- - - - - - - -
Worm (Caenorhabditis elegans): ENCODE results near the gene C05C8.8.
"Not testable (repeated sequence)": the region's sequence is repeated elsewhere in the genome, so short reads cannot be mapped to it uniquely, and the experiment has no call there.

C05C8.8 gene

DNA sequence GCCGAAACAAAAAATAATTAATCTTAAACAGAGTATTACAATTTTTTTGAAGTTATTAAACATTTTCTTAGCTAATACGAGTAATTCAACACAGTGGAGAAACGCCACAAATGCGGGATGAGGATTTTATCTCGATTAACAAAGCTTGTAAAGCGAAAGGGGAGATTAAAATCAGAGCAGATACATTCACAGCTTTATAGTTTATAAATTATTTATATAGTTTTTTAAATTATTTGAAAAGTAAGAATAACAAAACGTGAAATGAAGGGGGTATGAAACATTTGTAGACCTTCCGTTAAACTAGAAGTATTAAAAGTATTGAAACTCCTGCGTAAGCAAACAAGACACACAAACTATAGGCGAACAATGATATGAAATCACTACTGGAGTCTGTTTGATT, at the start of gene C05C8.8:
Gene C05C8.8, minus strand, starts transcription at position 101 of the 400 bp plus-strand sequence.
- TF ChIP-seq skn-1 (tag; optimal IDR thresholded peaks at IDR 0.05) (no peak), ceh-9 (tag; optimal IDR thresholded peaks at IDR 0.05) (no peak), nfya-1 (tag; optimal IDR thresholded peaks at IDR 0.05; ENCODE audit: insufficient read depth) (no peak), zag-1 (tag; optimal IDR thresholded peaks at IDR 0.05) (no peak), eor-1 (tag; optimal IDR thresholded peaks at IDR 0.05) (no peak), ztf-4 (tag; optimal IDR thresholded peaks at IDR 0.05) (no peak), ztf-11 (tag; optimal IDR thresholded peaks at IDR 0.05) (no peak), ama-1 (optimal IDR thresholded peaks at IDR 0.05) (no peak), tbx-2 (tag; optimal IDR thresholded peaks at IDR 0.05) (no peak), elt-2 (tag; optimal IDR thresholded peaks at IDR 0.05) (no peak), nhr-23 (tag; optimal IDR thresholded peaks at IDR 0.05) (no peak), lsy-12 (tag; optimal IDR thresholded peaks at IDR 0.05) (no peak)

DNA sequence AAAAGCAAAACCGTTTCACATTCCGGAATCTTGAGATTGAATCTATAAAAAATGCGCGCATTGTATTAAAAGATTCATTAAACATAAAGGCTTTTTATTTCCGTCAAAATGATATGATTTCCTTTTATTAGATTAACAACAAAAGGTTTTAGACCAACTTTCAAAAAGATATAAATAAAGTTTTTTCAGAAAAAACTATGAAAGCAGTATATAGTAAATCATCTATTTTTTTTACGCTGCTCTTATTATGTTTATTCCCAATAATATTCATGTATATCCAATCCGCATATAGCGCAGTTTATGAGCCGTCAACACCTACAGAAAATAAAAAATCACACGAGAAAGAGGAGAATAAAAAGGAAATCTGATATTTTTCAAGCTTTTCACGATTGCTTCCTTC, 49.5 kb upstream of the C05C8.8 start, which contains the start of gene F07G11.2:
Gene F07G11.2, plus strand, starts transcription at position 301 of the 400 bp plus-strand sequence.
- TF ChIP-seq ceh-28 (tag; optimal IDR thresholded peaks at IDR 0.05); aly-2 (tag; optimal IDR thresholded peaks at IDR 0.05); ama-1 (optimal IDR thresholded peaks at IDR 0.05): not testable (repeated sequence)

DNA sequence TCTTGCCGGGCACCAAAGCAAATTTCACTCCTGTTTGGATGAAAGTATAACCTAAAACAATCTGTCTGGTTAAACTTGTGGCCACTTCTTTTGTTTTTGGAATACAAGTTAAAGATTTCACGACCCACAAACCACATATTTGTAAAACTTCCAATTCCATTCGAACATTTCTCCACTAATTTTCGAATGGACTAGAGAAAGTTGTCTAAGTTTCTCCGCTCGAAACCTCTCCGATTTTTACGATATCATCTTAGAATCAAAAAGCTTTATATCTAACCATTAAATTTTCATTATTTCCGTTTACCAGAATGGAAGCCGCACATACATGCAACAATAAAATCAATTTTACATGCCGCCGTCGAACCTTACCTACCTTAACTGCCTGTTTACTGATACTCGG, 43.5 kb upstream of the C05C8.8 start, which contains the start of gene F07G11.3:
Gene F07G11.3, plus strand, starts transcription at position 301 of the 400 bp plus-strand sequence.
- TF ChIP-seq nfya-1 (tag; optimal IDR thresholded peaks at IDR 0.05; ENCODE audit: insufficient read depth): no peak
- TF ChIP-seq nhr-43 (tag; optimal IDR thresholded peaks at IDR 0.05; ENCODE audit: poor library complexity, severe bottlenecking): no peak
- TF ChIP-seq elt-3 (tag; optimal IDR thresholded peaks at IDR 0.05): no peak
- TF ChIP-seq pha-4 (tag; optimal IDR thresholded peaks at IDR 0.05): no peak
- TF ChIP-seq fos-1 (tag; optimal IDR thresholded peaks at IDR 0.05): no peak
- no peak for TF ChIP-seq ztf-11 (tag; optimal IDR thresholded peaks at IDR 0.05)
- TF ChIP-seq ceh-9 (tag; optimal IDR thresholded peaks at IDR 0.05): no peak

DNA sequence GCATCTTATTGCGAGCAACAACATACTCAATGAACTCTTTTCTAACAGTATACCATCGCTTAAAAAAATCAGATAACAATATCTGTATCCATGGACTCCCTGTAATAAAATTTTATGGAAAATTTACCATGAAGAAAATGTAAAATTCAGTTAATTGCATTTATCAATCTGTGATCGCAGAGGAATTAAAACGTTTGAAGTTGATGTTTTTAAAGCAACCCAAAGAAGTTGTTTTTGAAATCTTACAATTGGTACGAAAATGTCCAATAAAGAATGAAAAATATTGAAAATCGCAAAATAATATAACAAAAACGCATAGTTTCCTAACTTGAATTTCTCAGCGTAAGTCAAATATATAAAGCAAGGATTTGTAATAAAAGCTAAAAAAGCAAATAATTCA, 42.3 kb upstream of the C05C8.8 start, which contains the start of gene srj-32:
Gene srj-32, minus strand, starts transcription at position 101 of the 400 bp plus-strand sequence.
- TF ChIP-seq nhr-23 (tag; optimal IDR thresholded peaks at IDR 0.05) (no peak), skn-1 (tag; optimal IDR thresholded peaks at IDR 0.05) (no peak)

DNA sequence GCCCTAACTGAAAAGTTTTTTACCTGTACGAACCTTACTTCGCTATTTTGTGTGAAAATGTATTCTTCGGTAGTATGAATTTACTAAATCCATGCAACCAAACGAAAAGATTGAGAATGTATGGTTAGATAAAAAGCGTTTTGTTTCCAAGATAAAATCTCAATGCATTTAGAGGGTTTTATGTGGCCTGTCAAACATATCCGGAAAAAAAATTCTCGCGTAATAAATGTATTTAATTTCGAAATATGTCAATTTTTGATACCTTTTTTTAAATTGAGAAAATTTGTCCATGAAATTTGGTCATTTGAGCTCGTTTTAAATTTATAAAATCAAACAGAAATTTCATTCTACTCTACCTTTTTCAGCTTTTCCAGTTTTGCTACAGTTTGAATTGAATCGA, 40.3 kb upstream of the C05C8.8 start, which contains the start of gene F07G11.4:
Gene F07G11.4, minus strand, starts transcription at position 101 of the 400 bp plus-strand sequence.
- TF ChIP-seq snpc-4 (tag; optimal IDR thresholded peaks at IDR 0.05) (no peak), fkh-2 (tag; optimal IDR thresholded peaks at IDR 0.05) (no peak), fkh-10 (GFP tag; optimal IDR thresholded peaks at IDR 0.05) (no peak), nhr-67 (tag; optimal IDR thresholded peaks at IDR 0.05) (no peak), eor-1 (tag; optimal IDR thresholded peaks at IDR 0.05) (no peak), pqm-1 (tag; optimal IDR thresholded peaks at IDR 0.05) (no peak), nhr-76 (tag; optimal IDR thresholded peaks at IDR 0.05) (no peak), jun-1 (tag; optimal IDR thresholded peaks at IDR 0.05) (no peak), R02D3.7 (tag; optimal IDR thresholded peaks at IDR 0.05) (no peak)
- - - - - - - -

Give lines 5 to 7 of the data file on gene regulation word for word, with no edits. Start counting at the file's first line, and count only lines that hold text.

Gene C05C8.8, minus strand, starts transcription at position 101 of the 400 bp plus-strand sequence.
- TF ChIP-seq skn-1 (tag; optimal IDR thresholded peaks at IDR 0.05) (no peak), ceh-9 (tag; optimal IDR thresholded peaks at IDR 0.05) (no peak), nfya-1 (tag; optimal IDR thresholded peaks at IDR 0.05; ENCODE audit: insufficient read depth) (no peak), zag-1 (tag; optimal IDR thresholded peaks at IDR 0.05) (no peak), eor-1 (tag; optimal IDR thresholded peaks at IDR 0.05) (no peak), ztf-4 (tag; optimal IDR thresholded peaks at IDR 0.05) (no peak), ztf-11 (tag; optimal IDR thresholded peaks at IDR 0.05) (no peak), ama-1 (optimal IDR thresholded peaks at IDR 0.05) (no peak), tbx-2 (tag; optimal IDR thresholded peaks at IDR 0.05) (no peak), elt-2 (tag; optimal IDR thresholded peaks at IDR 0.05) (no peak), nhr-23 (tag; optimal IDR thresholded peaks at IDR 0.05) (no peak), lsy-12 (tag; optimal IDR thresholded peaks at IDR 0.05) (no peak)

DNA sequence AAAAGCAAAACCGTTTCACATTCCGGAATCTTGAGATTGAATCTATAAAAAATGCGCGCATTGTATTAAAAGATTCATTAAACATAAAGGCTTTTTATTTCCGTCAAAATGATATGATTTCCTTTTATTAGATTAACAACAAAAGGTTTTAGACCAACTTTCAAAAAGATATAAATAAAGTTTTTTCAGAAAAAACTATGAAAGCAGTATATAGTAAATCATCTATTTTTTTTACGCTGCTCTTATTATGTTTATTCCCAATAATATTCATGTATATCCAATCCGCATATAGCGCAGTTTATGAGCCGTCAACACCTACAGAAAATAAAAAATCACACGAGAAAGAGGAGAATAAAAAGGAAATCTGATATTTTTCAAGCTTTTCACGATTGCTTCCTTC, 49.5 kb upstream of the C05C8.8 start, which contains the start of gene F07G11.2: